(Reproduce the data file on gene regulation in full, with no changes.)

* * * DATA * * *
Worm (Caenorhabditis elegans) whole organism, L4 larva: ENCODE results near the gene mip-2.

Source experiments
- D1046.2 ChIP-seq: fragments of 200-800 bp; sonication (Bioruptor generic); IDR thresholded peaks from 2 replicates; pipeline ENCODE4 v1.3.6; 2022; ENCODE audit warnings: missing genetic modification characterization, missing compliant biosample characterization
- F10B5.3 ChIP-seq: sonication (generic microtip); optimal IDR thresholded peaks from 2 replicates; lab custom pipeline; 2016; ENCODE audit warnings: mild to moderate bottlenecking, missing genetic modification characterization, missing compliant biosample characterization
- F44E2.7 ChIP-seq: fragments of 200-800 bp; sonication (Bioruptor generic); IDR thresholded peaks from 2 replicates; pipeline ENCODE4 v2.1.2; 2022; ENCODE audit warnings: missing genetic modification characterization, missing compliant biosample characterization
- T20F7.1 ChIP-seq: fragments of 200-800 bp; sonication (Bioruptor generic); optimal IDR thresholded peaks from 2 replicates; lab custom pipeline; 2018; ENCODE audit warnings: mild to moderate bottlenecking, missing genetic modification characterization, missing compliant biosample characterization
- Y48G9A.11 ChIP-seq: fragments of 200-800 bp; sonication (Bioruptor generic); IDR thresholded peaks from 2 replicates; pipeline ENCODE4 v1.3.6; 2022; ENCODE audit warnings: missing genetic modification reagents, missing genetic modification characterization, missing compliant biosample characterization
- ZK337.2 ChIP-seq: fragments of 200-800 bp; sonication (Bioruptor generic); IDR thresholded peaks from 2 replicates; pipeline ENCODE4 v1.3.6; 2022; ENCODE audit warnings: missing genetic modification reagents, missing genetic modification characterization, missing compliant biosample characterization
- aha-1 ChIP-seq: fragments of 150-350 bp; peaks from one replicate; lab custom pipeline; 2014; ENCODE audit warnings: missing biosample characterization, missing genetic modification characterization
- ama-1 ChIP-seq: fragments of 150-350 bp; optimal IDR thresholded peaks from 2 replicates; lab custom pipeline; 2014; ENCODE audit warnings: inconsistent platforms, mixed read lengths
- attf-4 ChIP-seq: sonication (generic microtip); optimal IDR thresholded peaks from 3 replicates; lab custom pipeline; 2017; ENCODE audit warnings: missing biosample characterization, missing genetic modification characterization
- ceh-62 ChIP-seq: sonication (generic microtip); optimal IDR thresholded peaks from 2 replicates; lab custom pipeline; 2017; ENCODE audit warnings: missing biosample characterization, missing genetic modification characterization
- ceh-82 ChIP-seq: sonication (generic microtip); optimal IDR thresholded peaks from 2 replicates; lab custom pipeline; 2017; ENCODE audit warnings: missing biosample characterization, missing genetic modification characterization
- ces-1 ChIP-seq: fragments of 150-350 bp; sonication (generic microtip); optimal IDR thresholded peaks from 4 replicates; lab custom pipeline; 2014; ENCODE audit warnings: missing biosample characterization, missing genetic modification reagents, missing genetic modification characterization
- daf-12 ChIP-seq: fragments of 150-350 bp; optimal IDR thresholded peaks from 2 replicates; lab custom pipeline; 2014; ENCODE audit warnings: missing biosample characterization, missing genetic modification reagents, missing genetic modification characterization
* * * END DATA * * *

Worm (Caenorhabditis elegans) whole organism, L4 larva: ENCODE results near the gene mip-2.

Source experiments
- D1046.2 ChIP-seq: fragments of 200-800 bp; sonication (Bioruptor generic); IDR thresholded peaks from 2 replicates; pipeline ENCODE4 v1.3.6; 2022; ENCODE audit warnings: missing genetic modification characterization, missing compliant biosample characterization
- F10B5.3 ChIP-seq: sonication (generic microtip); optimal IDR thresholded peaks from 2 replicates; lab custom pipeline; 2016; ENCODE audit warnings: mild to moderate bottlenecking, missing genetic modification characterization, missing compliant biosample characterization
- F44E2.7 ChIP-seq: fragments of 200-800 bp; sonication (Bioruptor generic); IDR thresholded peaks from 2 replicates; pipeline ENCODE4 v2.1.2; 2022; ENCODE audit warnings: missing genetic modification characterization, missing compliant biosample characterization
- T20F7.1 ChIP-seq: fragments of 200-800 bp; sonication (Bioruptor generic); optimal IDR thresholded peaks from 2 replicates; lab custom pipeline; 2018; ENCODE audit warnings: mild to moderate bottlenecking, missing genetic modification characterization, missing compliant biosample characterization
- Y48G9A.11 ChIP-seq: fragments of 200-800 bp; sonication (Bioruptor generic); IDR thresholded peaks from 2 replicates; pipeline ENCODE4 v1.3.6; 2022; ENCODE audit warnings: missing genetic modification reagents, missing genetic modification characterization, missing compliant biosample characterization
- ZK337.2 ChIP-seq: fragments of 200-800 bp; sonication (Bioruptor generic); IDR thresholded peaks from 2 replicates; pipeline ENCODE4 v1.3.6; 2022; ENCODE audit warnings: missing genetic modification reagents, missing genetic modification characterization, missing compliant biosample characterization
- aha-1 ChIP-seq: fragments of 150-350 bp; peaks from one replicate; lab custom pipeline; 2014; ENCODE audit warnings: missing biosample characterization, missing genetic modification characterization
- ama-1 ChIP-seq: fragments of 150-350 bp; optimal IDR thresholded peaks from 2 replicates; lab custom pipeline; 2014; ENCODE audit warnings: inconsistent platforms, mixed read lengths
- attf-4 ChIP-seq: sonication (generic microtip); optimal IDR thresholded peaks from 3 replicates; lab custom pipeline; 2017; ENCODE audit warnings: missing biosample characterization, missing genetic modification characterization
- ceh-62 ChIP-seq: sonication (generic microtip); optimal IDR thresholded peaks from 2 replicates; lab custom pipeline; 2017; ENCODE audit warnings: missing biosample characterization, missing genetic modification characterization
- ceh-82 ChIP-seq: sonication (generic microtip); optimal IDR thresholded peaks from 2 replicates; lab custom pipeline; 2017; ENCODE audit warnings: missing biosample characterization, missing genetic modification characterization
- ces-1 ChIP-seq: fragments of 150-350 bp; sonication (generic microtip); optimal IDR thresholded peaks from 4 replicates; lab custom pipeline; 2014; ENCODE audit warnings: missing biosample characterization, missing genetic modification reagents, missing genetic modification characterization
- daf-12 ChIP-seq: fragments of 150-350 bp; optimal IDR thresholded peaks from 2 replicates; lab custom pipeline; 2014; ENCODE audit warnings: missing biosample characterization, missing genetic modification reagents, missing genetic modification characterization